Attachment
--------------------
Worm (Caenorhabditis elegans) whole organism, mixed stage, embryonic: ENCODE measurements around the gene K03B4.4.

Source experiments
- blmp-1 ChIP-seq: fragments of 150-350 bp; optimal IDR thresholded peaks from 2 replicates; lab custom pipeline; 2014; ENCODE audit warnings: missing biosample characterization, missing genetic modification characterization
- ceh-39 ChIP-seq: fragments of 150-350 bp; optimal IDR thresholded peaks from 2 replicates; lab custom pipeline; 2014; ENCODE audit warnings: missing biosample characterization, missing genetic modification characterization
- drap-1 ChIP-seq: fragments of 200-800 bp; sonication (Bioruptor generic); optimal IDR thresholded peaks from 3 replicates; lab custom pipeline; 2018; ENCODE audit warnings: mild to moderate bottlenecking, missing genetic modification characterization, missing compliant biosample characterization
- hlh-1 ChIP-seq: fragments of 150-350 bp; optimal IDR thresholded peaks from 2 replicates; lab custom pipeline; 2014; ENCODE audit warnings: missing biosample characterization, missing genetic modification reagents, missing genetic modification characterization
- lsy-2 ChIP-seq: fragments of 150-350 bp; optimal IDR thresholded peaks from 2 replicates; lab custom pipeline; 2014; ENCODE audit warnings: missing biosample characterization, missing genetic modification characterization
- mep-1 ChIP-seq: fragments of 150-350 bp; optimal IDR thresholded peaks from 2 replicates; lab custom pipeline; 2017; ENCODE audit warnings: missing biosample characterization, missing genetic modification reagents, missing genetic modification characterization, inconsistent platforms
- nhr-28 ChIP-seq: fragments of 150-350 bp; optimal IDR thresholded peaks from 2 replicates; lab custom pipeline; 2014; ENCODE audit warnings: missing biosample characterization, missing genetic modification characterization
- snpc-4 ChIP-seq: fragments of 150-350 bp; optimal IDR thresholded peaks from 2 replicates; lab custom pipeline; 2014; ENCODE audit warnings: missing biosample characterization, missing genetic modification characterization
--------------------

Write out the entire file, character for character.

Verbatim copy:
Worm (Caenorhabditis elegans) whole organism, mixed stage, embryonic: ENCODE measurements around the gene K03B4.4.

Source experiments
- blmp-1 ChIP-seq: fragments of 150-350 bp; optimal IDR thresholded peaks from 2 replicates; lab custom pipeline; 2014; ENCODE audit warnings: missing biosample characterization, missing genetic modification characterization
- ceh-39 ChIP-seq: fragments of 150-350 bp; optimal IDR thresholded peaks from 2 replicates; lab custom pipeline; 2014; ENCODE audit warnings: missing biosample characterization, missing genetic modification characterization
- drap-1 ChIP-seq: fragments of 200-800 bp; sonication (Bioruptor generic); optimal IDR thresholded peaks from 3 replicates; lab custom pipeline; 2018; ENCODE audit warnings: mild to moderate bottlenecking, missing genetic modification characterization, missing compliant biosample characterization
- hlh-1 ChIP-seq: fragments of 150-350 bp; optimal IDR thresholded peaks from 2 replicates; lab custom pipeline; 2014; ENCODE audit warnings: missing biosample characterization, missing genetic modification reagents, missing genetic modification characterization
- lsy-2 ChIP-seq: fragments of 150-350 bp; optimal IDR thresholded peaks from 2 replicates; lab custom pipeline; 2014; ENCODE audit warnings: missing biosample characterization, missing genetic modification characterization
- mep-1 ChIP-seq: fragments of 150-350 bp; optimal IDR thresholded peaks from 2 replicates; lab custom pipeline; 2017; ENCODE audit warnings: missing biosample characterization, missing genetic modification reagents, missing genetic modification characterization, inconsistent platforms
- nhr-28 ChIP-seq: fragments of 150-350 bp; optimal IDR thresholded peaks from 2 replicates; lab custom pipeline; 2014; ENCODE audit warnings: missing biosample characterization, missing genetic modification characterization
- snpc-4 ChIP-seq: fragments of 150-350 bp; optimal IDR thresholded peaks from 2 replicates; lab custom pipeline; 2014; ENCODE audit warnings: missing biosample characterization, missing genetic modification characterization